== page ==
The equity gap doesn’t exist and institutional investors are more than willing to back entrepreneurs in the sub-£2m category according to a report published by research company Library House.
Commissioned by UBS Wealth Management, the study Beyond the chasm: The venture-backed report – UK 2006, analyses every existing company in the UK that is currently venture-backed. Oft cited as a reason why small start-ups can’t progress, the so-called ‘equity gap’ is defined as companies requiring between £250,000 and £2m; Library House shows that in fact more deals took place below £2m than in any other size range.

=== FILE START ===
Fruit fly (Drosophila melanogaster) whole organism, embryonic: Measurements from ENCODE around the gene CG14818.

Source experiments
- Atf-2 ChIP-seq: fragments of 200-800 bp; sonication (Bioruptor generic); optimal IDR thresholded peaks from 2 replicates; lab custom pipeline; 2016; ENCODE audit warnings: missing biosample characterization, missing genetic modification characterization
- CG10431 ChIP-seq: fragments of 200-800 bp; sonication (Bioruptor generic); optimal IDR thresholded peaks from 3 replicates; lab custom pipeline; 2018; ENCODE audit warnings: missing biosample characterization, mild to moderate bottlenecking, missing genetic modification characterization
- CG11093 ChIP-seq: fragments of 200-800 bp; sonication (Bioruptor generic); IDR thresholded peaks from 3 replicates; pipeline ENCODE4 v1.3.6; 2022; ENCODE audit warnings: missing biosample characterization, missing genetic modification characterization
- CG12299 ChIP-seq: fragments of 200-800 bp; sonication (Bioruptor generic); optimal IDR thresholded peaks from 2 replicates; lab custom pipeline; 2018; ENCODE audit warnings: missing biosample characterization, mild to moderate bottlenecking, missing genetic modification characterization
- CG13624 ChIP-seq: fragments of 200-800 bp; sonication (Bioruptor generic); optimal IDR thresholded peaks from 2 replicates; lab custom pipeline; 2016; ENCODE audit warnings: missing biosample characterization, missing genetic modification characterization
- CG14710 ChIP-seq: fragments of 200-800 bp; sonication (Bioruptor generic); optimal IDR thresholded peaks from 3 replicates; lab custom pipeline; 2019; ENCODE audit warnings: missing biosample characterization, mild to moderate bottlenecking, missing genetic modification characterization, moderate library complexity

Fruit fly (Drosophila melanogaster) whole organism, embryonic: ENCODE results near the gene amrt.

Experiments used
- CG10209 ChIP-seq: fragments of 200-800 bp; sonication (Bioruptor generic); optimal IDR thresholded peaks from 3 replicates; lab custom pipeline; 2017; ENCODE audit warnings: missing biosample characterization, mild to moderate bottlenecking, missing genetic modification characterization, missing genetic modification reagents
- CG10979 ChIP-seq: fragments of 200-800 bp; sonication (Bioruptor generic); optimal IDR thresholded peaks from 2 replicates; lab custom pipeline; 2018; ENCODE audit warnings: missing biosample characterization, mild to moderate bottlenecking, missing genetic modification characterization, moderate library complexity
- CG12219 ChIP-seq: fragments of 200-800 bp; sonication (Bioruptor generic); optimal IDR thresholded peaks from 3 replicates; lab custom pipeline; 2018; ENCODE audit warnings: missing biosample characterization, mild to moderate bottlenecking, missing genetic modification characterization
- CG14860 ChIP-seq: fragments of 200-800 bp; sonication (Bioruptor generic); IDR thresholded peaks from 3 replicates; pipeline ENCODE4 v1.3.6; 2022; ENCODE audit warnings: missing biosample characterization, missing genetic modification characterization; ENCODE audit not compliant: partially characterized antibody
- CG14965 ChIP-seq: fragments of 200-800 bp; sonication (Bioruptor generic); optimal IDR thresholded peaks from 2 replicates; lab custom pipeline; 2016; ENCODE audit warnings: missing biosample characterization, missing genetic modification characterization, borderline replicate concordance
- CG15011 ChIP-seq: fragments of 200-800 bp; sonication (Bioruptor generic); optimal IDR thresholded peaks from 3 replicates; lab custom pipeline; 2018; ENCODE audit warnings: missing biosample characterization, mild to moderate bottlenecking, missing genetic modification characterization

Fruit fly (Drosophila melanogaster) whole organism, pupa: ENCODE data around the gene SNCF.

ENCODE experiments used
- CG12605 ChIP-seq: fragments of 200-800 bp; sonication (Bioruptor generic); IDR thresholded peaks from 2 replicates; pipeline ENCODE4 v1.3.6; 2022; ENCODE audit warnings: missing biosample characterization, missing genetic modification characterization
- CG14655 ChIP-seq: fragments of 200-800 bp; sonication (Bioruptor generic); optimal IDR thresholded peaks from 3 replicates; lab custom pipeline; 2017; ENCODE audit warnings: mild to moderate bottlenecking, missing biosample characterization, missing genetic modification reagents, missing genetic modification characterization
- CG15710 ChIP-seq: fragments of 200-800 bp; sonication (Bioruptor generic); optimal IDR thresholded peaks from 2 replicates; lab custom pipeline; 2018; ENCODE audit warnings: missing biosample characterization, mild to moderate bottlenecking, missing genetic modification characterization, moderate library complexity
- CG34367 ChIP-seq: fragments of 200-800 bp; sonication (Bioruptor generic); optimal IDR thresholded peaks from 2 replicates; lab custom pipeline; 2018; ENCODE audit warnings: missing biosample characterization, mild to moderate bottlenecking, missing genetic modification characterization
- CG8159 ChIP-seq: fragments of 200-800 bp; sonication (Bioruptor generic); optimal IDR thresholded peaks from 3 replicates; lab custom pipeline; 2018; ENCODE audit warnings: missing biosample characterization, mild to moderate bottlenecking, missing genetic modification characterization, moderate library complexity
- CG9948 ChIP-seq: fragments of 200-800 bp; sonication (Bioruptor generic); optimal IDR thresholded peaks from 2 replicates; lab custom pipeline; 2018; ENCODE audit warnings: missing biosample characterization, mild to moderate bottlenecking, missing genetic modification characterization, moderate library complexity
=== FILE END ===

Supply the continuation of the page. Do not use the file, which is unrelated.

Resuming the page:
The report also shows that the public sector is a significant backed of SMEs, and has doubled the funding available in the £100,000 to £500,000 range. Last year saw the government make £200m available through Enterprise Capital Funds (ECFs) to match private funding from venture capitalists or business angels.
Doug Richard, chairman of Library House, said: “This now begs the question that if there is no gap, is government policy, which is channelling significant amounts of public money into funds, the right way to support entrepreneurs? The issue that the UK confronts is not an equity gap – it’s a readiness gap. Companies fail to raise investment because they are not attractive enough to the investors, not because the money is not there in the first place.”